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Protecting Our Borders From COVID-19

With a small number of cases of COVID-19 now confirmed in New Zealand, many people are feeling understandably anxious. We knew that COVID-19 was likely to arrive in New Zealand at some stage, and local District Health Boards, public health services and GP practices have been preparing for its arrival.

What are we doing at our borders?

“Coronaviruses arrive with people and so border health focuses on putting appropriate measures in at the airports and seaports,” says Dr Phil Shoemack, Medical Officer of Health for Toi Te Ora Public Health, “As there are no international airports in the Bay of Plenty and Lakes regions, border health for this region is focused on the Port of Tauranga.”

“Maritime quarantine procedures are well established in Tauranga, and every ship which arrives at the Port is required to go through these procedures,” says Dr Shoemack. All vessels, including cargo, container, fishing, and cruise ships, which arrive in New Zealand from an overseas port must follow processes under the Health Act 1956 and the Health (Quarantine) Regulations 1983. “This process is known as requesting pratique, which essentially means a license to interact with New Zealand,” says Dr Shoemack.

As part of this process, ship masters must advise the health authority at the local port of the health status on board and declare any deaths or illness. If there is no illness, then the vessel can arrive in New Zealand. An update on this status is provided again as the ship comes into berth. If there are symptoms or conditions of concern, health authorities can refuse permission to berth and can prevent people from coming off the ship. “If people are coming off a ship into a New Zealand port, it means this assessment has been undertaken and no threat to the health of the public has been detected,” says Dr Shoemack.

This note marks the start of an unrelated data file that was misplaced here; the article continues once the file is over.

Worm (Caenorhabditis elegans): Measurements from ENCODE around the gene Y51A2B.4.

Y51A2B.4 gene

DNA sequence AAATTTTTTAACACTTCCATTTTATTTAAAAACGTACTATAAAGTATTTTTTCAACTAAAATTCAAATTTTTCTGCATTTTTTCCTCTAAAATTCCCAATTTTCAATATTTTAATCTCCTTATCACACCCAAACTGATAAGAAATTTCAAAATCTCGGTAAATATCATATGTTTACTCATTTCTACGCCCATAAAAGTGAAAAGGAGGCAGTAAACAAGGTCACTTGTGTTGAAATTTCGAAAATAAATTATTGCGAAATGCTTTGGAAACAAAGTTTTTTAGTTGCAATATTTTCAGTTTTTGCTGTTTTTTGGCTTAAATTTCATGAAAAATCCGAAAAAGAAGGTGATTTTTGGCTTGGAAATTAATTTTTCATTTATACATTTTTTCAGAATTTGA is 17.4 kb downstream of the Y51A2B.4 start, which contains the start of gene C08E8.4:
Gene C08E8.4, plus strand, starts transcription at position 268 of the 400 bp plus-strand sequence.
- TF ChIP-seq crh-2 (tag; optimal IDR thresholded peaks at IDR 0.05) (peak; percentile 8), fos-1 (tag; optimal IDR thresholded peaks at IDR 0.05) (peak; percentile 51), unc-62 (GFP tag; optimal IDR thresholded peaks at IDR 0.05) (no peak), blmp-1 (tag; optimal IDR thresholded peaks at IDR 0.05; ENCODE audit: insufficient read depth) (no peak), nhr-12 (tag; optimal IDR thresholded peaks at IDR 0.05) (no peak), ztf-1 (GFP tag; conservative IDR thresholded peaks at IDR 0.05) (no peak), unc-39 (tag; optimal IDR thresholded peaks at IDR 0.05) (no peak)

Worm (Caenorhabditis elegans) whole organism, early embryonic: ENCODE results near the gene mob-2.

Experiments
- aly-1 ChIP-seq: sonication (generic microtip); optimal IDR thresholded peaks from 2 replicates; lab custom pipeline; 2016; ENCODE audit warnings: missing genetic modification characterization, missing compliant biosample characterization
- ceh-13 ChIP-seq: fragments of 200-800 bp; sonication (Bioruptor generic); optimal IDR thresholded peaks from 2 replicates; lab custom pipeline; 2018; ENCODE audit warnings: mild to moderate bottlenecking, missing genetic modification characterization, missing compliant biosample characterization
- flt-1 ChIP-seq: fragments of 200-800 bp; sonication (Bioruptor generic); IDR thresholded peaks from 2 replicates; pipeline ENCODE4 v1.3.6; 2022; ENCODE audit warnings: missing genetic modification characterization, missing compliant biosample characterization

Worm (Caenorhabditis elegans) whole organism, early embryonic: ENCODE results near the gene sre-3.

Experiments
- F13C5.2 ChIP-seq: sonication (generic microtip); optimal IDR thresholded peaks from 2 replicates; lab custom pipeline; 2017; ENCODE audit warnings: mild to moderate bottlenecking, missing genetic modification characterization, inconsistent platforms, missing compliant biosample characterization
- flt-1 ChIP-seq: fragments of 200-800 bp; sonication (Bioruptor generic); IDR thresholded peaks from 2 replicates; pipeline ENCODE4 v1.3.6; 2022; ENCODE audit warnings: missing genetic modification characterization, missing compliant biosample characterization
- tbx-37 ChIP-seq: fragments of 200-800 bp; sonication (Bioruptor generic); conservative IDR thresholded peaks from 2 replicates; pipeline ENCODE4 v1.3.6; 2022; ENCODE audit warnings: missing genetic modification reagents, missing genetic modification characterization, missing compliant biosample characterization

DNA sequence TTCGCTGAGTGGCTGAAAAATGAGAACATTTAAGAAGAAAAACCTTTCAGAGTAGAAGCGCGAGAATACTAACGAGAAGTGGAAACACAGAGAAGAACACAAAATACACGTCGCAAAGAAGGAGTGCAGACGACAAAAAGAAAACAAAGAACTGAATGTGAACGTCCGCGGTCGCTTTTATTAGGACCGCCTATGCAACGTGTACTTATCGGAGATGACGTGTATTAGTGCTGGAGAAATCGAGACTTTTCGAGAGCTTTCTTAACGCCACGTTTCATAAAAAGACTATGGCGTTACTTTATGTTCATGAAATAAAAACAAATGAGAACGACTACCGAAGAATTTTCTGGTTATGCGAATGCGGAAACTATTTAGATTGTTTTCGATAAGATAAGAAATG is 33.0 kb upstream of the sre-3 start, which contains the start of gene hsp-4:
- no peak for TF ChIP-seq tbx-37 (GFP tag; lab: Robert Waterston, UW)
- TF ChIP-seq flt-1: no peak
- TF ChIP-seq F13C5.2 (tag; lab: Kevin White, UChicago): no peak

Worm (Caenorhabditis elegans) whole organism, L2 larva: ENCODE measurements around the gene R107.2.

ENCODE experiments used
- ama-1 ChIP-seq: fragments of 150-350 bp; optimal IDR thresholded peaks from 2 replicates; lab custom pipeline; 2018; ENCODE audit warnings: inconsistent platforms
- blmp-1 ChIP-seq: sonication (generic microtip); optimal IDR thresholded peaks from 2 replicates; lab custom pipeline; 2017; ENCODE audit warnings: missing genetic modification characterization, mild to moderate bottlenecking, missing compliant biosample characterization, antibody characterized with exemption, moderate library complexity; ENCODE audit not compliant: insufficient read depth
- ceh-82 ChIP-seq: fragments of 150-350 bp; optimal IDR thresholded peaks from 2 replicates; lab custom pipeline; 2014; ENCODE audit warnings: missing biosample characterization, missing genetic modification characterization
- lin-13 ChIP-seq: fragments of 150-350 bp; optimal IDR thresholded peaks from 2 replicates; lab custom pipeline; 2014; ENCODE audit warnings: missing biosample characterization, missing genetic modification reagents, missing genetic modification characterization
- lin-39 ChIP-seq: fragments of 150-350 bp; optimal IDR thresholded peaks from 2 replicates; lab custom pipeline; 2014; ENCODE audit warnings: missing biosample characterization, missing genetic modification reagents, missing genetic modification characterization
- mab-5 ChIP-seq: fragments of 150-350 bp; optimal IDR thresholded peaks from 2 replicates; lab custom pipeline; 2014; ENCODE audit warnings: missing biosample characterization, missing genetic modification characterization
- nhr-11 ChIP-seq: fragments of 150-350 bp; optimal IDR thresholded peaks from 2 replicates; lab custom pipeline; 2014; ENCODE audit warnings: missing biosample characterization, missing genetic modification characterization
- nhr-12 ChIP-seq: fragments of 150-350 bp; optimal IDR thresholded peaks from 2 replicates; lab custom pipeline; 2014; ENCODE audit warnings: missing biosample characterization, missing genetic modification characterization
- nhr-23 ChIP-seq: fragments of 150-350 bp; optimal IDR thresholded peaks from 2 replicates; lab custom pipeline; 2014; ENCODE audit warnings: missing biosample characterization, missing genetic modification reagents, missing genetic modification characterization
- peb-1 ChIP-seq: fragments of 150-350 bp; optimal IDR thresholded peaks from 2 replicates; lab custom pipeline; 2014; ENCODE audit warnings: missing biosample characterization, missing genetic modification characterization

In the event that a vessel does not receive pratique, or pratique is granted while there is a disease on board, health authorities will work with other agencies and provide advice on how to interact safely with the ship.

“In the event that a vessel did arrive with crew members or passengers showing symptoms of COVID-19, health authorities would work with the Port to implement their Public Health Emergency Contingency Plan,” says Dr Shoemack. This plan covers scenarios including temporarily berthing a vessel to allow medical assessment, and resupplying vessels required to stay out at sea due to concerns.

When personal or private vessels arrive in New Zealand they are also inspected as part of usual border health procedures. If inspectors become aware of illness on any vessel they are required to contact the relevant local Medical Officer of Health or a health protection officer so that threat to public health can be evaluated and appropriate actions taken.

“Almost all cruise ships have medical services on board and are very good at dealing with health related issues. Recent events have given good reassurance that these processes are working well,” says Dr Shoemack.

For more information on border health, visit the Toi Te Ora Public Health website: www.toiteora.govt.nz/border_health

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